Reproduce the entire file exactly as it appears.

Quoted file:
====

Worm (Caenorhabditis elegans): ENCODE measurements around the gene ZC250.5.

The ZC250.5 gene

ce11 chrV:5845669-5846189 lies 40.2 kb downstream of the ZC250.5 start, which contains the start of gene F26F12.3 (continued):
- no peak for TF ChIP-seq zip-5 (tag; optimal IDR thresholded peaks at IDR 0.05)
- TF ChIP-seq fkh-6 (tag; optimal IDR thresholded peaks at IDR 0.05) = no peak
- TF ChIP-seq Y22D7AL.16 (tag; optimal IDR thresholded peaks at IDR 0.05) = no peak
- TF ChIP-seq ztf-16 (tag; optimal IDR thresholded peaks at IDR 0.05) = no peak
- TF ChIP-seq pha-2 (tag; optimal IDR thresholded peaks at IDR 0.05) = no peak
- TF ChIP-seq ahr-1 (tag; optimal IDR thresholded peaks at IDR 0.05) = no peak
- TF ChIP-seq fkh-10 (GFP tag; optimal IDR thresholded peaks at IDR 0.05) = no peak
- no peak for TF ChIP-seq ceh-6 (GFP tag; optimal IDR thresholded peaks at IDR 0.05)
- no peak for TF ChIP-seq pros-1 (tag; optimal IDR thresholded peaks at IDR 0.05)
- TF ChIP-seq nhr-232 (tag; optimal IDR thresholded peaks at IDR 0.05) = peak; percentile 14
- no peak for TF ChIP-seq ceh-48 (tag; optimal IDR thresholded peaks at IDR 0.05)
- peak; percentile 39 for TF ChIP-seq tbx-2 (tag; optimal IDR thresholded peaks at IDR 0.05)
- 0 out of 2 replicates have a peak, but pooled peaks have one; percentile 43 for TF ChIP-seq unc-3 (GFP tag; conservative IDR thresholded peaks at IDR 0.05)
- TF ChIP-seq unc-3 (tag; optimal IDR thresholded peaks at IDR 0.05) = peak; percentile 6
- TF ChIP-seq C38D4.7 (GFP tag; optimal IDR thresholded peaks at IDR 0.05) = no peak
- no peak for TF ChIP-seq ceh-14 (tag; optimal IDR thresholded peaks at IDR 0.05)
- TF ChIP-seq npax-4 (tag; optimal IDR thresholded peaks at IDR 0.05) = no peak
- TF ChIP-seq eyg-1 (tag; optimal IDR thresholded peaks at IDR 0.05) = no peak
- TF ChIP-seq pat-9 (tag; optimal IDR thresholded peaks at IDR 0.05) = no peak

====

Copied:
Worm (Caenorhabditis elegans): ENCODE measurements around the gene ZC250.5.

The ZC250.5 gene

ce11 chrV:5845669-5846189 lies 40.2 kb downstream of the ZC250.5 start, which contains the start of gene F26F12.3 (continued):
- no peak for TF ChIP-seq zip-5 (tag; optimal IDR thresholded peaks at IDR 0.05)
- TF ChIP-seq fkh-6 (tag; optimal IDR thresholded peaks at IDR 0.05) = no peak
- TF ChIP-seq Y22D7AL.16 (tag; optimal IDR thresholded peaks at IDR 0.05) = no peak
- TF ChIP-seq ztf-16 (tag; optimal IDR thresholded peaks at IDR 0.05) = no peak
- TF ChIP-seq pha-2 (tag; optimal IDR thresholded peaks at IDR 0.05) = no peak
- TF ChIP-seq ahr-1 (tag; optimal IDR thresholded peaks at IDR 0.05) = no peak
- TF ChIP-seq fkh-10 (GFP tag; optimal IDR thresholded peaks at IDR 0.05) = no peak
- no peak for TF ChIP-seq ceh-6 (GFP tag; optimal IDR thresholded peaks at IDR 0.05)
- no peak for TF ChIP-seq pros-1 (tag; optimal IDR thresholded peaks at IDR 0.05)
- TF ChIP-seq nhr-232 (tag; optimal IDR thresholded peaks at IDR 0.05) = peak; percentile 14
- no peak for TF ChIP-seq ceh-48 (tag; optimal IDR thresholded peaks at IDR 0.05)
- peak; percentile 39 for TF ChIP-seq tbx-2 (tag; optimal IDR thresholded peaks at IDR 0.05)
- 0 out of 2 replicates have a peak, but pooled peaks have one; percentile 43 for TF ChIP-seq unc-3 (GFP tag; conservative IDR thresholded peaks at IDR 0.05)
- TF ChIP-seq unc-3 (tag; optimal IDR thresholded peaks at IDR 0.05) = peak; percentile 6
- TF ChIP-seq C38D4.7 (GFP tag; optimal IDR thresholded peaks at IDR 0.05) = no peak
- no peak for TF ChIP-seq ceh-14 (tag; optimal IDR thresholded peaks at IDR 0.05)
- TF ChIP-seq npax-4 (tag; optimal IDR thresholded peaks at IDR 0.05) = no peak
- TF ChIP-seq eyg-1 (tag; optimal IDR thresholded peaks at IDR 0.05) = no peak
- TF ChIP-seq pat-9 (tag; optimal IDR thresholded peaks at IDR 0.05) = no peak